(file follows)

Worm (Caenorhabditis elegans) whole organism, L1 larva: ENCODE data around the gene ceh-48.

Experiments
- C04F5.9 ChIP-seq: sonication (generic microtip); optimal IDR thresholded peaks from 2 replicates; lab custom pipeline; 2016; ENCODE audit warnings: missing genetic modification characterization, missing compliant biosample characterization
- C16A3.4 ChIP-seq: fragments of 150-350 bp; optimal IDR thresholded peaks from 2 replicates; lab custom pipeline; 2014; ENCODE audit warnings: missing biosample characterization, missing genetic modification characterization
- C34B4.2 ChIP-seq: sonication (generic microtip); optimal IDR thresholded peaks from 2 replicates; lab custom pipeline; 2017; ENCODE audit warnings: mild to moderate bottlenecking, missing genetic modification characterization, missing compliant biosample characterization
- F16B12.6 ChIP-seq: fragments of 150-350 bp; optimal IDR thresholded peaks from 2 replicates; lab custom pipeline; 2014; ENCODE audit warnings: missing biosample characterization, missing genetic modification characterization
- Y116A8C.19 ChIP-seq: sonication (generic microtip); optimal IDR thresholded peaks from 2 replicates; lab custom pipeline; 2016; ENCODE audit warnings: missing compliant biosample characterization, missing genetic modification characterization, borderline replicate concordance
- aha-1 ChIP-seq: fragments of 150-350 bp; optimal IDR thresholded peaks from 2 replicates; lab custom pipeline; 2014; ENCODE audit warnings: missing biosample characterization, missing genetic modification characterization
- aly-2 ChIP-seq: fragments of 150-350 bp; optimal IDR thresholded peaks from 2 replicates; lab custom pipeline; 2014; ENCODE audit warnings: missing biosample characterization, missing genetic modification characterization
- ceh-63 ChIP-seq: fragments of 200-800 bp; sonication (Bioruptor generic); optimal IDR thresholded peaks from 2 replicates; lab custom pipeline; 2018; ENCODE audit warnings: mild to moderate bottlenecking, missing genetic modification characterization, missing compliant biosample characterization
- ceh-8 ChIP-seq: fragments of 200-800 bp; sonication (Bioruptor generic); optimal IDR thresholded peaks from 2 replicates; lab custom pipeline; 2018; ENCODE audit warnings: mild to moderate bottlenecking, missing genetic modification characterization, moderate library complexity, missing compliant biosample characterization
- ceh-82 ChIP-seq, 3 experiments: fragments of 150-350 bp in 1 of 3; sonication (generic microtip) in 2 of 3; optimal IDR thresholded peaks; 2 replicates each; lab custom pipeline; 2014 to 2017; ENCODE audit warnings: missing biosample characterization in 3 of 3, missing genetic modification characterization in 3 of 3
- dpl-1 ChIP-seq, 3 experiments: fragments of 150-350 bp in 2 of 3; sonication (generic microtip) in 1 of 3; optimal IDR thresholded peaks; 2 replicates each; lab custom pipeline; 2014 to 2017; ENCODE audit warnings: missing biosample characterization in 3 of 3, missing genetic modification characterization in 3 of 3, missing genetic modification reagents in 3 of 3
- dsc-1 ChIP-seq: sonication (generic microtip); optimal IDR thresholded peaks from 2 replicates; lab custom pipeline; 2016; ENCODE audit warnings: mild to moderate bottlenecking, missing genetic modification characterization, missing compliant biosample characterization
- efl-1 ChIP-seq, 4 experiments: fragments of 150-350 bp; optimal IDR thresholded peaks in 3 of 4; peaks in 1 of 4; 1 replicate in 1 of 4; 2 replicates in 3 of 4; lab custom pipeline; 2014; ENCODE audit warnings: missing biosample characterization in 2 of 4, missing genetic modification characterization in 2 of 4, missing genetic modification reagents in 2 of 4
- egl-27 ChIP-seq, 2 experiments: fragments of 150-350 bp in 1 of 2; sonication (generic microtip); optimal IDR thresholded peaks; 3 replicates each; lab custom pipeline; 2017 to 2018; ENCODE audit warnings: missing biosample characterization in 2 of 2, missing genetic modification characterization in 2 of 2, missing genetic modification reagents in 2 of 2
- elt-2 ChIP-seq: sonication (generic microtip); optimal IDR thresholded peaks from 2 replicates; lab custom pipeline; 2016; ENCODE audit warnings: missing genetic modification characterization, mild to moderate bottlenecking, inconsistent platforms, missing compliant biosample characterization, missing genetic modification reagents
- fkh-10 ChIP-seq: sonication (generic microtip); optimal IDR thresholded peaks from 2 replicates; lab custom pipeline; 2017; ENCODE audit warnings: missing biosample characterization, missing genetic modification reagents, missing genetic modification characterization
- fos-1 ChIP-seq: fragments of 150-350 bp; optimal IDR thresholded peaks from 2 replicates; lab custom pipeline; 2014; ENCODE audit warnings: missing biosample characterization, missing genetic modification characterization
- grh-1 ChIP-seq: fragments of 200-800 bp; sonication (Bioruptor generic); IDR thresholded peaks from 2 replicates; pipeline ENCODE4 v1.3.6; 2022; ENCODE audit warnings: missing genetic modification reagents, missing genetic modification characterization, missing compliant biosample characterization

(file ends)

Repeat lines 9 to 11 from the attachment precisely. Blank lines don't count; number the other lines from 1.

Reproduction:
- aly-2 ChIP-seq: fragments of 150-350 bp; optimal IDR thresholded peaks from 2 replicates; lab custom pipeline; 2014; ENCODE audit warnings: missing biosample characterization, missing genetic modification characterization
- ceh-63 ChIP-seq: fragments of 200-800 bp; sonication (Bioruptor generic); optimal IDR thresholded peaks from 2 replicates; lab custom pipeline; 2018; ENCODE audit warnings: mild to moderate bottlenecking, missing genetic modification characterization, missing compliant biosample characterization
- ceh-8 ChIP-seq: fragments of 200-800 bp; sonication (Bioruptor generic); optimal IDR thresholded peaks from 2 replicates; lab custom pipeline; 2018; ENCODE audit warnings: mild to moderate bottlenecking, missing genetic modification characterization, moderate library complexity, missing compliant biosample characterization